There was a time when Software Defined Networking was going to take over the entire networking world—just like ATM, FDDI, and … so many others before. Whatever happened to SDN, anyway? What is its enduring legacy in the world of network engineering? Terry Slattery, Tom Ammon, and Russ White gather at the hedge to have a conversation about whatever happened to SDN?
MultiPath TCP (MPTCP) is an effort towards enabling the simultaneous use of several IP-addresses/interfaces by a modification of TCP that presents a regular TCP interface to applications, while in fact spreading data across several subflows. Benefits of this include better resource utilization, better throughput and smoother reaction to failures.
According to the recent SONAR report, 52% of respondents reported they are using Software Defined Networking (SDN) tools to automate their networks, while 57% reported they are using network management tools. The report notes “52% may be slightly exaggerated, depending on how one defines SDN…” Which leads naturally to the question—what the difference between SDN and DevOps is, and how does AI figure into both or either of these. SDN, DevOps, and AI describe separate and overlapping movements in the design, deployment, and management of networks. While they are easy to confuse, they have three different origins and meanings.
Software Defined Networking grew out of research efforts to build and deploy experimental control planes, either distributed or centralized. SDN, however, quickly became associated with replacing some or all the functions of a distributed control plane with a centralized controller, particularly in order to centralize policy related to the control plane such as traffic engineering. SDN solutions always work through a programmatic interface designed to primarily supply forwarding information to network devices.
In this episode of the Hedge, Geoff Huston joins Tom Ammon and I to finish our discussion on the ideas behind DNS over HTTPS (DoH), and to consider the implications of its widespread adoption. Is it time to bow to our new overlords?
In this episode of the Hedge, Geoff Huston joins Tom Ammon and I to discuss the ideas behind DNS over HTTPS (DoH), and to consider the implications of its widespread adoption. Is it time to bow to our new overlords?
The Transmission Control Protocol, or TCP, is one of the foundational technologies of packet switched networks. TCP not only provides windowed flow control, it also manages the retransmission of data when errors are detected, and sockets for addressing individual applications on a host. Doug Comer was involved in the early development of TCP/IP.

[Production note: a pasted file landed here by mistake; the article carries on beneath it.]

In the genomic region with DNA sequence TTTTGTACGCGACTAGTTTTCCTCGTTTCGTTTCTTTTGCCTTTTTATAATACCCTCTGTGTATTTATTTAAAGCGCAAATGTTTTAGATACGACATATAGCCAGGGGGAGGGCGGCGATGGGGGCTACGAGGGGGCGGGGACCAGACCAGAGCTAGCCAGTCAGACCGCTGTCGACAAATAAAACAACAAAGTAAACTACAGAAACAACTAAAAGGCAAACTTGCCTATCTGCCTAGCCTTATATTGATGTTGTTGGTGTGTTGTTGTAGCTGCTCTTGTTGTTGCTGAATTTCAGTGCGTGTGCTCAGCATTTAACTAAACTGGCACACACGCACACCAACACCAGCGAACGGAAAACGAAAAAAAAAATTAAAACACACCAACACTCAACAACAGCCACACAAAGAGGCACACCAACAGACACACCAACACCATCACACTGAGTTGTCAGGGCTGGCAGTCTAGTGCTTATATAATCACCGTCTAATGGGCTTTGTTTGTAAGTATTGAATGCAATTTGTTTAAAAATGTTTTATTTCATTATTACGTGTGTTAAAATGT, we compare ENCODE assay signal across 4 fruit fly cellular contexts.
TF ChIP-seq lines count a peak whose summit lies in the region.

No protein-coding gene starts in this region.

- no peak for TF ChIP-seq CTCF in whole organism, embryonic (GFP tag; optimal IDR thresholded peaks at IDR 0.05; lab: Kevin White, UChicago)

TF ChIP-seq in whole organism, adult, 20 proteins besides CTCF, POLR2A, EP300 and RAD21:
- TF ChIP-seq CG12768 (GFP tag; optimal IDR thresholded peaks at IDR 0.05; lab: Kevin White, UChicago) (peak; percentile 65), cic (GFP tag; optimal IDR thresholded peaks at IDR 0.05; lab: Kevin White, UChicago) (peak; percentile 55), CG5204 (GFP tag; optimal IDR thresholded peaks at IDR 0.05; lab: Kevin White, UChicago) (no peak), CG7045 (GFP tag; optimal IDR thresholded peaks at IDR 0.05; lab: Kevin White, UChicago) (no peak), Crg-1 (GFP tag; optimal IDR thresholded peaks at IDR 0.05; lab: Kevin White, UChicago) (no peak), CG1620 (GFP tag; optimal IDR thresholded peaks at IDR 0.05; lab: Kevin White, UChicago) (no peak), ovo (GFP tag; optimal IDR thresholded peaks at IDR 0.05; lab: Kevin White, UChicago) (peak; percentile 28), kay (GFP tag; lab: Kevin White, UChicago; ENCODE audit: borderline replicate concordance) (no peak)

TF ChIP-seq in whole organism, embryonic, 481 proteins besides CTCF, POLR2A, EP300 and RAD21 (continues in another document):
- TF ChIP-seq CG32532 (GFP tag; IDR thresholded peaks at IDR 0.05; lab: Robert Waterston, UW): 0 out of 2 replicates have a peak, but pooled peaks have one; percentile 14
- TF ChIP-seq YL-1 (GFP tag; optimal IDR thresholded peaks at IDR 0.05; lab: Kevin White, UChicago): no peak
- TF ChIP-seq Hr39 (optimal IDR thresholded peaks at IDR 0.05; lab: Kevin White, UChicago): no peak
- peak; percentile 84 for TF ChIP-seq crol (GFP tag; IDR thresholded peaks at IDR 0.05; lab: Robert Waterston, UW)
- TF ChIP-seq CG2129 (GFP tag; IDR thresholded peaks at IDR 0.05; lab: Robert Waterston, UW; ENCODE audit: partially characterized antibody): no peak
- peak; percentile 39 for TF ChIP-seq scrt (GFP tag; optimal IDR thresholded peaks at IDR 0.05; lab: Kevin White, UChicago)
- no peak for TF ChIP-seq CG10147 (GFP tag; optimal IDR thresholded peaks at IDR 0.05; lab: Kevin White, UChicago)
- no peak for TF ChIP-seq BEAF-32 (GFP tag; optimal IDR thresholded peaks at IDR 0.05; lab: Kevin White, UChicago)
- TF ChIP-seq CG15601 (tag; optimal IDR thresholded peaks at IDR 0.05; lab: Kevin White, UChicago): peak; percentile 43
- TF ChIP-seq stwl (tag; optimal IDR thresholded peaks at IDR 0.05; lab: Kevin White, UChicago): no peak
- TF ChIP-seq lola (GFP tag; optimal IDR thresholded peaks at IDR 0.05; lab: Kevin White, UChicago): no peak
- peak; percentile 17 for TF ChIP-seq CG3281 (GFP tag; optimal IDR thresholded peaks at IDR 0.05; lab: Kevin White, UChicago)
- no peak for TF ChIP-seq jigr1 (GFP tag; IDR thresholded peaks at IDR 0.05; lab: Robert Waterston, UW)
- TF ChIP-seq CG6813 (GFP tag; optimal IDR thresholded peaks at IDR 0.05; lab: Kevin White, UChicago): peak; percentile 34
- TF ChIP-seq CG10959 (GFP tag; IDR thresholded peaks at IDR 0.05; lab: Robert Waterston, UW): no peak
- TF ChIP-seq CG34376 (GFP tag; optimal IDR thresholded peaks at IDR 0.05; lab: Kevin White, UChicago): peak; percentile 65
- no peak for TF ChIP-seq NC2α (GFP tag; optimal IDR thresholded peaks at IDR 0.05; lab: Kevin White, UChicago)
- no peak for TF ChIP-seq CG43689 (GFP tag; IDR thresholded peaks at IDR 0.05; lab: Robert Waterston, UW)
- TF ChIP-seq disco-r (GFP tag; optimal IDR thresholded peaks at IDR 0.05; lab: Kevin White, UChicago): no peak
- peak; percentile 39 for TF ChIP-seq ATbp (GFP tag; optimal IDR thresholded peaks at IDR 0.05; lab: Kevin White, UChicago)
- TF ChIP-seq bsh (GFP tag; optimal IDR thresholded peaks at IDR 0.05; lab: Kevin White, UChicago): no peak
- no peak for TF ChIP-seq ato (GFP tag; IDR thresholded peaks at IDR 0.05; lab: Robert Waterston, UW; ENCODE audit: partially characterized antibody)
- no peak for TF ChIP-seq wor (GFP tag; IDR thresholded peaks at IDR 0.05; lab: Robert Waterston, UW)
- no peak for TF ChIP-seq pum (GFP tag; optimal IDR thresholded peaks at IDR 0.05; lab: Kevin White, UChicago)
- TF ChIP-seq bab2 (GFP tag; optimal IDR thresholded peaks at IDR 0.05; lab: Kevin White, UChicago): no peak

We all use the OSI model to describe the way networks work. I have, in fact, included it in just about every presentation, and every book I have written, someplace in the fundamentals of networking. But if you have every looked at the OSI model and had to scratch your head trying to figure out how it really fits with the networks we operate today, or what the OSI model is telling you in terms of troubleshooting, design, or operation—you are not alone. Lots of people have scratched their heads about the OSI model, trying to understand how it fits with modern networking. There is a reason this is so difficult to figure out.
The OSI Model does not accurately describe networks.
What set me off in this particular direction this week is an article over at Errata Security:
The OSI Model was created by international standards organization for an alternative internet that was too complicated to ever work, and which never worked, and which never came to pass. Sure, when they created the OSI Model, the Internet layered model already existed, so they made sure to include today’s Internet as part of their model. But the focus and intent of the OSI’s efforts was on dumb networking concepts that worked differently from the Internet.
When a recursive resolver receives a query from a host, it will first consult any local cache to discover if it has the information required to resolve the query. If it does not, it will begin with the rightmost section of the domain name, the Top Level Domain (TLD), moving left through each section of the Fully Qualified Domain Name (FQDN), in order to find an IP address to return to the host, as shown in the diagram below.
This is pretty simple at its most basic level, of course—virtually every network engineer in the world understands this process (and if you don’t, you should enroll in my How the Internet Really Works webinar the next time it is offered!). The question almost no-one ever asks, however, is: what, precisely, is the recursive server sending to the root, TLD, and authoritative servers?
YANG is a data modeling language used to model configuration data, state data, Remote Procedure Calls, and notifications for network management protocols, described in RFC7950. The origins of YANG are rooted in work Phil Shafer did in building an interface system for JUNOS. Phil joins us on this episode of the History of Networking to discuss the history of YANG.
The Simple Network Management Protocol, or SNMP, was originally specified in RFC1067, and most recently in RFC1157. The original intent was to make “all IP and TCP implementations be network manageable”—an early form of providing a machine-readable interface so operators could “automate all the things.” Craig Partridge played a key role in the early development and standardization of SNMP; he joins us on the History of Networking to discuss the origins and challenges involved in developing SNMP.